Dean Kraken, former managing director of Cowboy Hall of Fame, has said “Jack Stevens has a fine and real feeling for the subject he sculptures and the West. He has the working cowboy’s outlook on life as well as artistically. Jack is just right for depicting the West as it was…and is. He has lived it…he still lives it…and his work will live on as an artistic memory of a great heritage.”
Mary Palmer (1918 - 2018) had an exciting and unusual history; her watercolors reflect her early years in the Australian Outback where her family grazed sheep on a 9 by 7 mile strip of land. Born in Melbourne, Australia, she spent her early years on her family’s sheep farm, Warriup, some 2000 miles west on the remote southwestern coast. During her early years, she entertained herself by picking flowers for the many researchers who came to pick specimens that grew there. It was the colors and forms of these flowers that piqued her interest in art. She began to paint the florals, still life, and landscapes that she experienced when she was seven.
Mary’s roots go deep in Australia; her great-grandfather was the first person to own private land in Western Australia and her grandfather, A.Y. Hassell, helped draft the constitution for the Commonwealth of Australia in 1901 and served as a member of parliament for 40 years. He was not the only family member to serve the homeland. After witnessing the emergence of a Japanese submarine off the coast In the early days of World War II, Mary joined the Royal Australian Air Force – one of the first 30 women to do so. Prior to her RAF days, Mary studied painting at the University of Western Australia and taught all grade levels at an all-girls school. She studied art at the Australian School of Sketching and the Perth Institute of Art. During the war, she served as a drill instructor, training 40 women every three weeks. During this time, Mary met an American naval serviceman who was serving in the Philippines and Dutch East Indies; his fleet sought refuge in Australia after fleeing from the Japanese. They married and following his military career, they settled in Wichita Falls.
Over the years, Mary taught art lessons to students from 7 to 94 years. She encouraged us all to “have a go at it,” cointung to paint and teach to the age 99.
Glen Issac Conway (1929 – 2015) was born in Denton County, TX, but completed his public education in Oklahoma. He then returned to Texas to attend the University of North Texas, receiving his BA degree in 1951. After serving in the Army for two years, he moved to Wichita Falls where he taught art at Harrell Elementary, Barwise and Hirschi Junior High Schools. Shortly after he began his teaching career, he again enrolled in UNT and received his Masters of Education degree. He also studied art at the University of Colorado the summer of 1961. During the 1960s, Glen taught Saturday morning art classes to children age ten and under through a program at Midwestern State University. Before retiring from Wichita Falls ISD in 1988, he also taught mechanical drawing and distributive education.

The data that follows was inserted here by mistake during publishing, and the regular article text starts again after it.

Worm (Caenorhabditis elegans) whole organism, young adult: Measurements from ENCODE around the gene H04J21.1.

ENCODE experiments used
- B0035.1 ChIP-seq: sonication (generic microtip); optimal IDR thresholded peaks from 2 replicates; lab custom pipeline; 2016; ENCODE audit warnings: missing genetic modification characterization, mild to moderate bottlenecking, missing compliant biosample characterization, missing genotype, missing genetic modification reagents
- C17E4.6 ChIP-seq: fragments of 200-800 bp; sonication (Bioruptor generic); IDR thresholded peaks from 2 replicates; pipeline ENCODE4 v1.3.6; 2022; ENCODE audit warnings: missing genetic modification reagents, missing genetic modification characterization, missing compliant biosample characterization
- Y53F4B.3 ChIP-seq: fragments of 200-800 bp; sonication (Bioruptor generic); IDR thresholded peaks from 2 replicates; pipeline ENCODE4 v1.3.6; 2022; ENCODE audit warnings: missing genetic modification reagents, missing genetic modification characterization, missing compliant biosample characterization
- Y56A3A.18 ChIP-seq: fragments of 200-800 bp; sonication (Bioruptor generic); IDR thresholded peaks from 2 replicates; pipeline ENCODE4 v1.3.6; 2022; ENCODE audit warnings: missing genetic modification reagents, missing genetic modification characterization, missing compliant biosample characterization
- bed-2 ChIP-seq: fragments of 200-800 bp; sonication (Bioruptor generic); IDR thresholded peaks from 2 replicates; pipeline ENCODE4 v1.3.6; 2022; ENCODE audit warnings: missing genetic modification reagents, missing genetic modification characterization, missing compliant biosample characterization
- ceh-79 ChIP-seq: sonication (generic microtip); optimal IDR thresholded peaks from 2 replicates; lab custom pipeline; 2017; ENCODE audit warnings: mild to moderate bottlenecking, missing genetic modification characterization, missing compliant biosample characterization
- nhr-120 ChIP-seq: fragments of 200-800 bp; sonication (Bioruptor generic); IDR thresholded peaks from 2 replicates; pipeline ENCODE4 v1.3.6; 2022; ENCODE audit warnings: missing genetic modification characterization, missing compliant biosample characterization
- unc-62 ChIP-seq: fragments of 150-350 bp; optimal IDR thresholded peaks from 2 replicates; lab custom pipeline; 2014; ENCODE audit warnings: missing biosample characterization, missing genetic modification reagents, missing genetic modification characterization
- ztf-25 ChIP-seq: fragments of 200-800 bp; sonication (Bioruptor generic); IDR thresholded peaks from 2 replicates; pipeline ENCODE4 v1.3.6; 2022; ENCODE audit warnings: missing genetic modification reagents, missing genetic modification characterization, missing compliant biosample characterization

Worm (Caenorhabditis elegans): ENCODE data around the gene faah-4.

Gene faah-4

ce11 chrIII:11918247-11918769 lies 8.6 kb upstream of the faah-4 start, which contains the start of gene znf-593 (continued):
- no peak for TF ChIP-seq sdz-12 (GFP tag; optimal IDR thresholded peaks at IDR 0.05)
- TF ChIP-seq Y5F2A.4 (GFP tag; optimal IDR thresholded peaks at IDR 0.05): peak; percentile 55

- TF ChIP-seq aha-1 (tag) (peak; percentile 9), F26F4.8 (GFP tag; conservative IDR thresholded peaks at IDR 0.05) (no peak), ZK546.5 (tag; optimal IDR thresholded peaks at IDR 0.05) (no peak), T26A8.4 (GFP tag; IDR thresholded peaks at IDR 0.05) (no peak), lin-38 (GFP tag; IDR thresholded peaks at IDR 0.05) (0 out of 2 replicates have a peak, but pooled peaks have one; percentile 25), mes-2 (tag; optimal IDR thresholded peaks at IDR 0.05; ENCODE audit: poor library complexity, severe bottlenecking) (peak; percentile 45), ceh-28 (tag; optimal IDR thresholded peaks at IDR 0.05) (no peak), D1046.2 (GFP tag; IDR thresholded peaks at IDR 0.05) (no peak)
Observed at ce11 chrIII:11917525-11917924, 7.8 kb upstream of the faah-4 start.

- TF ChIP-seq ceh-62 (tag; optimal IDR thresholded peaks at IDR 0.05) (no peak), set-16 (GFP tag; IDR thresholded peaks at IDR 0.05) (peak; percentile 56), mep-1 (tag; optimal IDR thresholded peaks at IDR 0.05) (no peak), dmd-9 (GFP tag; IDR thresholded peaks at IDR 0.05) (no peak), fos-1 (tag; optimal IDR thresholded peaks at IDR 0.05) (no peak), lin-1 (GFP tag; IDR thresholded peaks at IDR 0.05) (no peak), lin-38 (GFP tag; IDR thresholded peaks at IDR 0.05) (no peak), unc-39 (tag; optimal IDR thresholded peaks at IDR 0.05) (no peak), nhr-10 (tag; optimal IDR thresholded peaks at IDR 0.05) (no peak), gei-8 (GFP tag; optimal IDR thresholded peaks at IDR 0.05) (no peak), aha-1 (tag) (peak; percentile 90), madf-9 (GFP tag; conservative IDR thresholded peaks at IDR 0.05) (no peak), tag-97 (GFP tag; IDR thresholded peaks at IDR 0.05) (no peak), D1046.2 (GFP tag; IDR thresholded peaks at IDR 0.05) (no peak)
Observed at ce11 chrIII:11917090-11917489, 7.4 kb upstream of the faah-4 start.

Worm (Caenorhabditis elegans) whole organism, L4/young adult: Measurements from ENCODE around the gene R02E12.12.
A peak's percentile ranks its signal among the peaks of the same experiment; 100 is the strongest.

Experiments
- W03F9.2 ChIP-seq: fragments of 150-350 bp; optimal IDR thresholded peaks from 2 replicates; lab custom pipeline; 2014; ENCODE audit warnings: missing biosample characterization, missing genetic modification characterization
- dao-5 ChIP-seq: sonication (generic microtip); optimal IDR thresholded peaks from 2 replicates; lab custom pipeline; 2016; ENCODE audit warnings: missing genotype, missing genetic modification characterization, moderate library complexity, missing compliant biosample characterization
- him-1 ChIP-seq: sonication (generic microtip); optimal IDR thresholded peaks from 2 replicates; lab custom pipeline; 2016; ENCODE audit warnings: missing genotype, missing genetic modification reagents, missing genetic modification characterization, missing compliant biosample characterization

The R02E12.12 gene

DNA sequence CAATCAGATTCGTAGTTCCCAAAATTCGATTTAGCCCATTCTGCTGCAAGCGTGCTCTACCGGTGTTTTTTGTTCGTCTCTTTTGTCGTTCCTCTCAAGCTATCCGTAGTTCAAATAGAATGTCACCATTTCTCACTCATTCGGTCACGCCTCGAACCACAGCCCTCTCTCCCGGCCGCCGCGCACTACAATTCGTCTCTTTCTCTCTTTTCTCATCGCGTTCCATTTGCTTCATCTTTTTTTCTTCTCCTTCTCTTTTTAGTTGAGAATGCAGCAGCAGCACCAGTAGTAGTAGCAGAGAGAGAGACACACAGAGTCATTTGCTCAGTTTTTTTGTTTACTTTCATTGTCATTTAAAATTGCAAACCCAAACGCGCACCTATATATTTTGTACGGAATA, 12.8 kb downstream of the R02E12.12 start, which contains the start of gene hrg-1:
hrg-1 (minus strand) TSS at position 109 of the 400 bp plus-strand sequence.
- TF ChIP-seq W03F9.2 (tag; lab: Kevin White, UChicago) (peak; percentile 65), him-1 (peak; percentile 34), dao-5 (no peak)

Glen was active in the Wichita Falls Art Association for many years and won First Place Overall for an abstract water color at an art show sponsored by the Art Association. Over the years, he donated 30 gallons of blood to the Red Cross. He and Retta Bradford married in 1956, and had three children, nine grandchildren and one great-grandchild. Mr. Conway was a teacher for over 35 years and in that time he touched the hearts of many students and gave them the inspiration to be artists.
Steve Grey’s (1952-2003) desire for his final exhibit at the Kemp Center, weeks before he died, was to just focus on positive things, but anyone who knows his art recognizes that his focus was always positive. Early on, Steve determined that he would make his living from art which led him to be a courtroom illustrator, a portrait artist, and an art teacher. It was Wichita Falls’ good fortune when McClurkan’s hired Grey in 1977 as a fashion illustrator. He quickly became a positive force in the city’s art scene teaching classes, holding workshops and producing works that hang in numerous homes here and across the nation. But it was Grey’s exuberant use of color, his larger-than-life flowers, and children playing on the beach that best summed up his life. On loan for many years at the Kemp is Grey’s bold, cheerful work entitled “L’Effet que tu me fais” - roughly translated “the effect you have on me” which describes the profound effect that he has had on art in Wichita Falls.
Scottie Parsons (1925-2011) began her life in Watonga, Oklahoma, in 1925 and later pursued a career as an art teacher in the Wichita Falls elementary school system. Parsons married Frank D. Stewart with whom she had three children. After Stewart’s death, Parsons later on married Dr. Clyde Parsons. Her artwork became well-known and acclaimed for its brilliant colors and textures. Scottie was a featured artist at the William Campbell Contemporary Art Gallery in Fort Worth, and at the LewAllen Contemporary Gallery in Santa Fe. She became known worldwide when her paintings were displayed at the embassies at the Vatican and in Lima, Peru. The Kemp Center for the Arts is very proud to have on permanent display “Cantos of Pioneers I & II” by Scottie Parsons, an acquisition made possible by Mary Wood.